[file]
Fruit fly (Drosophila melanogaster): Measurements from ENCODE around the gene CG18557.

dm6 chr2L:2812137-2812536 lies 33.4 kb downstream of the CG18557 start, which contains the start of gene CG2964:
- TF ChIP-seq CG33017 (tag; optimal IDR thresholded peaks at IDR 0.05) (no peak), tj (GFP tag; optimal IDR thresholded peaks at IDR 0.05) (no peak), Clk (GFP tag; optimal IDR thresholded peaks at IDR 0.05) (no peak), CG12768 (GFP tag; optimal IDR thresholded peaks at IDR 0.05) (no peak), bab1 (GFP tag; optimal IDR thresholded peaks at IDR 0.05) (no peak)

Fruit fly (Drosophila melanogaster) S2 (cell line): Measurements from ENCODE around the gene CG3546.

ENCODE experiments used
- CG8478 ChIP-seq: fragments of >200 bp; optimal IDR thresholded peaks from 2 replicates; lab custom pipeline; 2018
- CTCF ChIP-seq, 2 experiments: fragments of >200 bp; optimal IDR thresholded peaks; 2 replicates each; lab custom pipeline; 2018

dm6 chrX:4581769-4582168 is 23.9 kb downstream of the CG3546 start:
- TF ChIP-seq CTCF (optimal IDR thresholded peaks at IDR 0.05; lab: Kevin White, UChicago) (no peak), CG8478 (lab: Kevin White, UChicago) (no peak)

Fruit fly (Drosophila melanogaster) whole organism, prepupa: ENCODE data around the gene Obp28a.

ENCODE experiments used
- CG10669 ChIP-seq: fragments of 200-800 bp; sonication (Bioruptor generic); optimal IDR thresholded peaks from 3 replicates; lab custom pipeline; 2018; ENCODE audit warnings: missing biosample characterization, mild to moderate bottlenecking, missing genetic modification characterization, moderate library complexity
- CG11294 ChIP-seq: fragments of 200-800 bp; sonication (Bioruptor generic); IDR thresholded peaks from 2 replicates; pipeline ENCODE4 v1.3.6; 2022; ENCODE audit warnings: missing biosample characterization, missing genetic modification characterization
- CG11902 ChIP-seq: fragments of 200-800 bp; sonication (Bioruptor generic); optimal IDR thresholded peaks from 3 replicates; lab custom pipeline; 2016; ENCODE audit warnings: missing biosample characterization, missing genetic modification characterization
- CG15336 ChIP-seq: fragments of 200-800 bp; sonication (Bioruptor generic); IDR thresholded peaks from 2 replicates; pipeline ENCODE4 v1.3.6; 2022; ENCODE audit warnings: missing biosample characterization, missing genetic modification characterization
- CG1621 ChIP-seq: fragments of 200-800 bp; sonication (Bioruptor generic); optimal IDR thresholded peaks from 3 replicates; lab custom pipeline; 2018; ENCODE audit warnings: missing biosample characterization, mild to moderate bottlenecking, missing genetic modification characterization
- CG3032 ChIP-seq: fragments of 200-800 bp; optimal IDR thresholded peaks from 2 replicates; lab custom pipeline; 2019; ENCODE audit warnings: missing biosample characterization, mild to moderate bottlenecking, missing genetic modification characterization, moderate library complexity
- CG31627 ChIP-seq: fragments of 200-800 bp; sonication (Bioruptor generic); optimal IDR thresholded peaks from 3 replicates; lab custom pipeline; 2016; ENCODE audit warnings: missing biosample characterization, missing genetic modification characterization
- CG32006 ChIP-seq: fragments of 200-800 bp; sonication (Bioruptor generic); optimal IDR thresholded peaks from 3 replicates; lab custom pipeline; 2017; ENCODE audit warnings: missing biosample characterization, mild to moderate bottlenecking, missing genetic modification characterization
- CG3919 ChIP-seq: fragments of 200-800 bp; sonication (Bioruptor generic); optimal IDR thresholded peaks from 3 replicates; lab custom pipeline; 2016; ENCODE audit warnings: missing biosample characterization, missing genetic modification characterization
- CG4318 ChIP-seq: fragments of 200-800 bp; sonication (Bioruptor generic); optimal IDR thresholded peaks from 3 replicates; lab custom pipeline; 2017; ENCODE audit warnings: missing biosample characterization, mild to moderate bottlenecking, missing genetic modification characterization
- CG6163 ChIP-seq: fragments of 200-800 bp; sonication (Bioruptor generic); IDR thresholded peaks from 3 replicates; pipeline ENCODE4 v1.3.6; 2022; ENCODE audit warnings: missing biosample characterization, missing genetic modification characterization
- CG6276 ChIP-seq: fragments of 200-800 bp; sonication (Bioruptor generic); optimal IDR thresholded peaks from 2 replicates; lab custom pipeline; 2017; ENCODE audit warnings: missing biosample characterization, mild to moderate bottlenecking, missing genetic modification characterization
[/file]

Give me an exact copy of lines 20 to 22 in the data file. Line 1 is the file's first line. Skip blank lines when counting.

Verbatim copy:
- CG3919 ChIP-seq: fragments of 200-800 bp; sonication (Bioruptor generic); optimal IDR thresholded peaks from 3 replicates; lab custom pipeline; 2016; ENCODE audit warnings: missing biosample characterization, missing genetic modification characterization
- CG4318 ChIP-seq: fragments of 200-800 bp; sonication (Bioruptor generic); optimal IDR thresholded peaks from 3 replicates; lab custom pipeline; 2017; ENCODE audit warnings: missing biosample characterization, mild to moderate bottlenecking, missing genetic modification characterization
- CG6163 ChIP-seq: fragments of 200-800 bp; sonication (Bioruptor generic); IDR thresholded peaks from 3 replicates; pipeline ENCODE4 v1.3.6; 2022; ENCODE audit warnings: missing biosample characterization, missing genetic modification characterization